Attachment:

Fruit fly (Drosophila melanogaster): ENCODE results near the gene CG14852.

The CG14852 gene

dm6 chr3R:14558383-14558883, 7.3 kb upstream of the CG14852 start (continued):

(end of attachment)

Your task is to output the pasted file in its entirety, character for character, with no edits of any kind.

Fruit fly (Drosophila melanogaster): ENCODE results near the gene CG14852.

The CG14852 gene

dm6 chr3R:14558383-14558883, 7.3 kb upstream of the CG14852 start (continued):